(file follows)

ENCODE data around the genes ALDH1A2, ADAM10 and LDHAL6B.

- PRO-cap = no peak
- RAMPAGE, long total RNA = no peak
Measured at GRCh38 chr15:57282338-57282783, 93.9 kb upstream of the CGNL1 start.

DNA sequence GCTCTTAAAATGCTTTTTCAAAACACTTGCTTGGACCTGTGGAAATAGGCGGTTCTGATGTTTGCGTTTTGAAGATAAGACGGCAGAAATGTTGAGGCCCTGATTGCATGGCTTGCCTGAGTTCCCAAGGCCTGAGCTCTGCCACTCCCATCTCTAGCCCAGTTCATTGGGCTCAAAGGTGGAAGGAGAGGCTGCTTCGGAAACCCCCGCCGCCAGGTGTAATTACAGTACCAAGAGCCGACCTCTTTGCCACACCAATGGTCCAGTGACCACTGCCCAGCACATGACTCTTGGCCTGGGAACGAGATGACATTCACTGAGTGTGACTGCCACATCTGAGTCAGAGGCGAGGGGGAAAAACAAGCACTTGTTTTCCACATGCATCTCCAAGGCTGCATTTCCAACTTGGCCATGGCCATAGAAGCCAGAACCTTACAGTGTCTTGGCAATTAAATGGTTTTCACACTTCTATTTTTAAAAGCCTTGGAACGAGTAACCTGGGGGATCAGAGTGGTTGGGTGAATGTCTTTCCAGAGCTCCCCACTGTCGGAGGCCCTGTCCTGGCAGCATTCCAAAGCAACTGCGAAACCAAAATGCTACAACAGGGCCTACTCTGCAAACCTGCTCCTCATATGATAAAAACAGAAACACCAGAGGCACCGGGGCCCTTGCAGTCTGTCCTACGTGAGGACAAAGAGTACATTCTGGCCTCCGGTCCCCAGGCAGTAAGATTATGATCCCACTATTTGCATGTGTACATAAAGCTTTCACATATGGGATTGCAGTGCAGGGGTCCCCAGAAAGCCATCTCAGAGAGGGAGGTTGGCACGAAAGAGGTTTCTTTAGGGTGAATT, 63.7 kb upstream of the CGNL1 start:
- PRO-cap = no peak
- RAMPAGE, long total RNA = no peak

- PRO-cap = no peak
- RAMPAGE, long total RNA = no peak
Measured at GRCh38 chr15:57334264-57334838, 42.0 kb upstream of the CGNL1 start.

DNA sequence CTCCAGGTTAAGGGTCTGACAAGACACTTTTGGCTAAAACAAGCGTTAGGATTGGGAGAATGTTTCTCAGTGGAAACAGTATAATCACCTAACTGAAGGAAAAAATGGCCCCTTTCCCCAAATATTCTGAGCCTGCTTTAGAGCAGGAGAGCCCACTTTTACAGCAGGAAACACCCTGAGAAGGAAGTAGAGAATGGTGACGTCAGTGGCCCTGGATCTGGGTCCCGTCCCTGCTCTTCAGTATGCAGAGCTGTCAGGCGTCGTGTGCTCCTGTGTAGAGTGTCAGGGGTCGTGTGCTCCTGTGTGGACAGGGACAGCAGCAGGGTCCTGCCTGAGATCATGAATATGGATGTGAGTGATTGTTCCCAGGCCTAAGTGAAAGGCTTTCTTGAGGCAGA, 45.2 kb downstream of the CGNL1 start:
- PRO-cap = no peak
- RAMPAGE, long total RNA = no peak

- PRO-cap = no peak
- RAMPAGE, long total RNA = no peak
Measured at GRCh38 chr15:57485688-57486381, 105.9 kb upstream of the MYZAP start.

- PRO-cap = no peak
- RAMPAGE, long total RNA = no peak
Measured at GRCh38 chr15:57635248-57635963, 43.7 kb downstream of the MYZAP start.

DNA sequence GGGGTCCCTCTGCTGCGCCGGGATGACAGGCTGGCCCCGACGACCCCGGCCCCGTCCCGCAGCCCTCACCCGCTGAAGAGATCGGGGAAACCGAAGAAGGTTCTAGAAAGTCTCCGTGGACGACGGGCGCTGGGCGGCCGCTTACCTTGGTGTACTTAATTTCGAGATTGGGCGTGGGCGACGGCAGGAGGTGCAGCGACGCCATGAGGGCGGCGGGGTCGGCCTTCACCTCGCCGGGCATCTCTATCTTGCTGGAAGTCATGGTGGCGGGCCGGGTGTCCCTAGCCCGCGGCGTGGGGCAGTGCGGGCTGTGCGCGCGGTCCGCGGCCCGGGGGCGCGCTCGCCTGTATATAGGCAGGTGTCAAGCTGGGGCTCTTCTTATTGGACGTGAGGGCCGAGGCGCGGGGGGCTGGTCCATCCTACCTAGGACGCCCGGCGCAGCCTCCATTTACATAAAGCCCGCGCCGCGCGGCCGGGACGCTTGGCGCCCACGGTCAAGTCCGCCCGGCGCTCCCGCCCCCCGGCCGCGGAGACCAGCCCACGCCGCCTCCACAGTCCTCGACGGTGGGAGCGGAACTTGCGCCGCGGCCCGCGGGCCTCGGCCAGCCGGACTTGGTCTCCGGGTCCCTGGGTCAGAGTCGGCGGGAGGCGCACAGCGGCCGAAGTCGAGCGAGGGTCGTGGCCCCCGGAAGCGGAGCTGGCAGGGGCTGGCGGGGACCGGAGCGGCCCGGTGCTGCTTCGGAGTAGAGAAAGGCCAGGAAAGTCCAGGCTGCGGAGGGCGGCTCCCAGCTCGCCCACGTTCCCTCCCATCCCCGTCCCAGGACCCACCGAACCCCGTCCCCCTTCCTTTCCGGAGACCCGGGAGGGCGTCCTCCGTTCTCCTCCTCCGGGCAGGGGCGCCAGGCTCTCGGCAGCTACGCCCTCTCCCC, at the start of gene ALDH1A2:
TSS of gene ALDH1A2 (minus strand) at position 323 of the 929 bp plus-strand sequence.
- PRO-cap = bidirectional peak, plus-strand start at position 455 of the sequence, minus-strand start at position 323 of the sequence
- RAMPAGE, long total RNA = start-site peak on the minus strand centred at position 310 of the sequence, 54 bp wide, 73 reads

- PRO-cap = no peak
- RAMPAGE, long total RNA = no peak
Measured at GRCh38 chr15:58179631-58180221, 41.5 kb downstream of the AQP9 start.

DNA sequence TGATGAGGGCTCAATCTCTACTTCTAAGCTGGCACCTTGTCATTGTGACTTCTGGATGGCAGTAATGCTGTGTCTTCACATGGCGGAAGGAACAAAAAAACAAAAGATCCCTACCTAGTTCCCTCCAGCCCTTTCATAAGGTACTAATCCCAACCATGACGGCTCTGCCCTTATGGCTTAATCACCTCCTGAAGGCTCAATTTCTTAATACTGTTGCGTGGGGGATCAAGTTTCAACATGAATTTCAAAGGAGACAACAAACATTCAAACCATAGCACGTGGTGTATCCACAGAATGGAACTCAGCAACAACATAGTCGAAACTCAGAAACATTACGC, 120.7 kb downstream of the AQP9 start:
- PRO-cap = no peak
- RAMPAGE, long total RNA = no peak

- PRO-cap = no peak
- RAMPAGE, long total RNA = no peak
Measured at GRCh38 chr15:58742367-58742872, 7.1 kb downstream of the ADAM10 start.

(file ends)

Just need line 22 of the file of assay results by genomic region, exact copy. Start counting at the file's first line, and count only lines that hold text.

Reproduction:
- PRO-cap = bidirectional peak, plus-strand start at position 455 of the sequence, minus-strand start at position 323 of the sequence